In a certain field of science, it has been known that X leads to Y and assumed that if Y is observed it is caused by X. Using a relatively simple (mathematical) experiment, I have shown that also A, B, C, … (class of certain objects), lead to Y, which means that observing Y does not guarantee X.

In my opinion, this is something that should have been checked years ago. In fact, this finding can be used to refute or at least considerably weaken the work done in a certain sub-field over more than 10 years. (though there’s some prior critical work on this but the people do not seem to have cared)

Is it usually possible to publish such findings in leading journals?

Another problem that I have is that the work challenges a major part of my supervisor’s work, which rests on the mentioned assumption. She seems quite upset, and tries to see the work just as some technical quirk, which it is not. I joined the lab quite recently, so I have no idea what to do. Anyway, I am very serios about this: I’ll resign if it necessary to get thing published as soon as possible. It could even end my career altogether but if science is not about truth I don’t see why I would like to stay in it.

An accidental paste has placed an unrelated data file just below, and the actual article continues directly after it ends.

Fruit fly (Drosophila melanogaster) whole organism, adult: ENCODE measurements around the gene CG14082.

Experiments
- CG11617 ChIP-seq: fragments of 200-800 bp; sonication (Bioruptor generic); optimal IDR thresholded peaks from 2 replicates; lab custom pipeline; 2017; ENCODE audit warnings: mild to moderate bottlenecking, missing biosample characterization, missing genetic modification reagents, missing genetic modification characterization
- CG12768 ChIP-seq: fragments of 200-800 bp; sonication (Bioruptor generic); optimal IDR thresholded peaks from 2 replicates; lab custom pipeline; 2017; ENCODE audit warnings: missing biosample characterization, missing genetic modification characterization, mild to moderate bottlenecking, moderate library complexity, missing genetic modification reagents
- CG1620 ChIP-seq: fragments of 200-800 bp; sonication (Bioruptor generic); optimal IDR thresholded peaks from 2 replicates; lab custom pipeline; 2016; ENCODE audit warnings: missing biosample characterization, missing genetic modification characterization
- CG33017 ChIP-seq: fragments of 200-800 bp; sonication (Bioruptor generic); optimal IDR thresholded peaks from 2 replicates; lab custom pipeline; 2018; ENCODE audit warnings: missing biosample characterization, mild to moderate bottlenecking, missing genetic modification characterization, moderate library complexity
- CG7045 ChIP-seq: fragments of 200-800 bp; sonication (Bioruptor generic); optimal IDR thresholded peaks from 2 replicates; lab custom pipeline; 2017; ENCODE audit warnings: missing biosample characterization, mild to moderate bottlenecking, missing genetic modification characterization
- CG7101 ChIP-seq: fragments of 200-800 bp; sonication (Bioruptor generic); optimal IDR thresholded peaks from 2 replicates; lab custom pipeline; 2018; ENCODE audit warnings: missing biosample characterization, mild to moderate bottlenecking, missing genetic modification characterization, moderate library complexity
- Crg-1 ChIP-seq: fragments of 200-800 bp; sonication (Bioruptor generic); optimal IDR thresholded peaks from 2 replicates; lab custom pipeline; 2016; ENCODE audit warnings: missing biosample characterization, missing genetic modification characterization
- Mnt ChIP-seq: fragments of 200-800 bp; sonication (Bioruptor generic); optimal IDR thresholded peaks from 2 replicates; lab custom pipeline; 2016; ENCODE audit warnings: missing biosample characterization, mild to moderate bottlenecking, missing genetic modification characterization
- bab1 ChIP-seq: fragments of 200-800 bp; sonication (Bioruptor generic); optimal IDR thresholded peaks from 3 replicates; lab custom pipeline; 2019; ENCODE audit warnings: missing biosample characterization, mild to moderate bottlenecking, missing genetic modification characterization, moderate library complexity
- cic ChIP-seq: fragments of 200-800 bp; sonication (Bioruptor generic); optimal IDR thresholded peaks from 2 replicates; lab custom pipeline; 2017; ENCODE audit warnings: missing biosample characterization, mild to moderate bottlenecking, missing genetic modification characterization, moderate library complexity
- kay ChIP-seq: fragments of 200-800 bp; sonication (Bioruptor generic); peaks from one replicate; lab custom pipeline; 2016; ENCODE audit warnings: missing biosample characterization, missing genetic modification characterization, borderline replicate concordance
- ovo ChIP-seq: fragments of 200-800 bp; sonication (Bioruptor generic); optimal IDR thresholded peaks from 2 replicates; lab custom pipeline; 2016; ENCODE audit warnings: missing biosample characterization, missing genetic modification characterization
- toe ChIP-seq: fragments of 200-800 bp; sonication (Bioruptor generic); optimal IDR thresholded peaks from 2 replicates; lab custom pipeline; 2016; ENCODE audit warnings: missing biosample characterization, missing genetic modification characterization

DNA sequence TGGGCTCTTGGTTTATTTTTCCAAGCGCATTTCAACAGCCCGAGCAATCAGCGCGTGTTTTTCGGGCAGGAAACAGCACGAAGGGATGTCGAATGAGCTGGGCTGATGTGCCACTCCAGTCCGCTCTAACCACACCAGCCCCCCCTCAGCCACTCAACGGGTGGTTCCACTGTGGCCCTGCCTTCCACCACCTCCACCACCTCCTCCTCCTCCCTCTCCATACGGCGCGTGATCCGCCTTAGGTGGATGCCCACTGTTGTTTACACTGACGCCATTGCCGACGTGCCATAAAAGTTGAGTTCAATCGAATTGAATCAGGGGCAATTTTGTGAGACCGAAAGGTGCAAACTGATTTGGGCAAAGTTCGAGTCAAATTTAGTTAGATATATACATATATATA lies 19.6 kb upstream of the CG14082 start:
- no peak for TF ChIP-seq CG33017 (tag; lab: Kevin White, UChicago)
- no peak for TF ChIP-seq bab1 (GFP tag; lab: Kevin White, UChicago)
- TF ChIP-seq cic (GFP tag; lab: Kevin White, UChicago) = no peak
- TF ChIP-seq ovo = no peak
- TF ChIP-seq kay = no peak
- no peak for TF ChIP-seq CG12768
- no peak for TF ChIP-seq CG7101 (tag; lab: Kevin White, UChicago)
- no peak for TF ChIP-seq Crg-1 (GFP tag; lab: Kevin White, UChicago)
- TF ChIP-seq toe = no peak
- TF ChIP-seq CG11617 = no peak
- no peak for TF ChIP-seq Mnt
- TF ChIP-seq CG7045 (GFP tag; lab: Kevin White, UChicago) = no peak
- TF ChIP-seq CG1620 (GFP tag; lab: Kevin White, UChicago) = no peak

I am very early in my career and the most technical (mathematical) person in the lab. What I have shown is kind of similar as finding a counter-example in math.

Leave a reply

<a href="" title=""> <abbr title=""> <acronym title=""> <b> <blockquote cite=""> <cite> <code> <del datetime=""> <em> <i> <q cite=""> <s> <strike> <strong>